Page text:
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Boulder Victory
(AK-227: dp. 15,580 (lim.); l. 455'0"; b. 62'0"; dr. 29'2" (lim.); s. 15.5 k.; cpl. 99; a. 1 5", 1 3", 8 20mm.; cl. Boulder Victory; T. VC2-S-AP2)

A city in north, central Colorado located about 25 miles northwest of Denver. It is the seat of government for Boulder County.

Boulder Victory (AK-227) was laid down on 18 June 1944 at Richmond, Calif., by Permanente Metals Corp. under a Maritime Commission contract (MCV hull 536); launched on 31 August; sponsored by Miss Elsa Maxwell; transferred to the Navy on 12 October; and commissioned the same day, Lt. Comdr. Francis E. Church in command.

On 17 October, the newly commissioned cargo ship sailed to San Francisco to begin duty as an ammunition supply vessel. Her holds were filled by 2 November, and Boulder Victory got underway for the western Pacific. In order to support the Allied advances to the west and north, forward ammunition replenishment stations were established at Ulithi Atoll in the Western Carolines and Kossol Passage in the Palaus. Boulder Victory received orders to transfer ammunition between these bases as needed. She made port at Eniwetok on 17 November to refuel, entered the lagoon at Ulithi on the 30th, and reached Kossol Passage on 8 December.

Kossol Passage ultimately proved to be unsuitable for ammunition handling owing to chronic heavy swells, the lack of storage facilities ashore, and the shortage of personnel to unload the supplies, as well as its proximity to Japanese-held Babelthuap Island. Floating mines from that island were a constant danger. On 20 December, as Boulder Victory set out for Manus, she struck one of those mines on her port side. The explosion tore a hole in her No. 3 hold that measured 18 feet by 32 feet. The hold contained 5 inch projectiles, but the fires started by the explosion were extinguished by the rapid rush of sea water into the space. As a consequence, only two shells exploded, leaving two 16-inch holes in the skin of the ship. Boulder Victory remained afloat, although low in the water; and, after emergency repairs to the engines, managed to get into Palau again on her own power. Her crew suffered no casualties, but the damage to the ship was so severe that her wartime operations ended.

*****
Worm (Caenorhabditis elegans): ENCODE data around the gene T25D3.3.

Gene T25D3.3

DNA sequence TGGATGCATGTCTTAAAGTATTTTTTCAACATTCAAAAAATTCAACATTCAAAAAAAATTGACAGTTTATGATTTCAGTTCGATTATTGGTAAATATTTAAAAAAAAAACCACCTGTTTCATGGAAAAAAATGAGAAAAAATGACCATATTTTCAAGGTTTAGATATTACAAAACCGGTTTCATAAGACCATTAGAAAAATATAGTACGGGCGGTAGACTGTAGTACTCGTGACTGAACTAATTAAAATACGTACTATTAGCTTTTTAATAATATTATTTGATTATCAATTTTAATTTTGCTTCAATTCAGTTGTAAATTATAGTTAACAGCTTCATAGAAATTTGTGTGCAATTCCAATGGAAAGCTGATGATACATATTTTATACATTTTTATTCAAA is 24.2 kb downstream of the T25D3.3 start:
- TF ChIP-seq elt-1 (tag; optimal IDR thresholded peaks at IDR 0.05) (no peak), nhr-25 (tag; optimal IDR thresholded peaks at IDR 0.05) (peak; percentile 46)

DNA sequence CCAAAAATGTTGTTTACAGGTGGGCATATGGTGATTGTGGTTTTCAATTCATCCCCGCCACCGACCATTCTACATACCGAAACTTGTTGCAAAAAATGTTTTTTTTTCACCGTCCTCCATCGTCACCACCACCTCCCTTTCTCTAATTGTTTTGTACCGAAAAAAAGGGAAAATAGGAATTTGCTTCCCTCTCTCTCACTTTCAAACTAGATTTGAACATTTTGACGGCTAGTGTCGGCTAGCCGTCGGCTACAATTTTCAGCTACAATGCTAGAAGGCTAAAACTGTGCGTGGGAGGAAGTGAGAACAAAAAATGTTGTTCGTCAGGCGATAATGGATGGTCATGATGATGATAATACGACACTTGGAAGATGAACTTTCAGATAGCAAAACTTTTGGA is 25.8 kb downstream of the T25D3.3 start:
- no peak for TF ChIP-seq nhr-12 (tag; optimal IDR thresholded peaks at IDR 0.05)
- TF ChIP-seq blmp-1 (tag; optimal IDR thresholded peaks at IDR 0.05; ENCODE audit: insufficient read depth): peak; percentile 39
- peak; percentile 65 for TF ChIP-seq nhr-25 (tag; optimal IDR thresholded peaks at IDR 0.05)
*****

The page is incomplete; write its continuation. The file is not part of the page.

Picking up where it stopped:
The cargo ship remained anchored at Kossol Passage unloading ammunition and cleaning debris from the hold until 8 February 1945. She then slowly steamed to Manus to unload the remainder of her cargo and to enter a floating drydock for further repairs. Finally, on 13 June, Boulder Victory's temporary repairs made her seaworthy again, and she set course via Pearl Harbor for San Francisco. On 30 June, the ship began a major overhaul by United Engineering Co. at Alameda, Calif., to complete the repairs.

Boulder Victory was still in overhaul when the Japanese capitulated in August; but, on 1 September, the cargo ship began shakedown and training exercises off San Diego. She got underway on 10 October to carry supplies to the occupation troops in Japan. After a refueling stop at Eniwetok, Boulder Victory continued on to Okinawa where she arrived on 30 October. She unloaded her cargo and embarked returning veterans. On 10 November, she set sail for the United States. After discharging her passengers, the ship sailed for San Francisco, where she commenced demilitarization on 5 December and was returned to the War Shipping Administration on 4 January 1946. Her name was struck from the Navy list on 21 January 1946.

During 1946 and 1947, Boulder Victory was operated by Parry Navigation Co., Inc. She was then inactivated and laid up at Wilmington, N.C., until 1951, when she began operations for the Isbrantsen Co., Inc., and then for the American-Hawaiian Steamship Co. The ship was once again deactivated in 1953 and placed in storage at Suisun Bay, Calif., where she remained until disposed of sometime in the mid-1980s.

Mary P. Walker

20 December 2005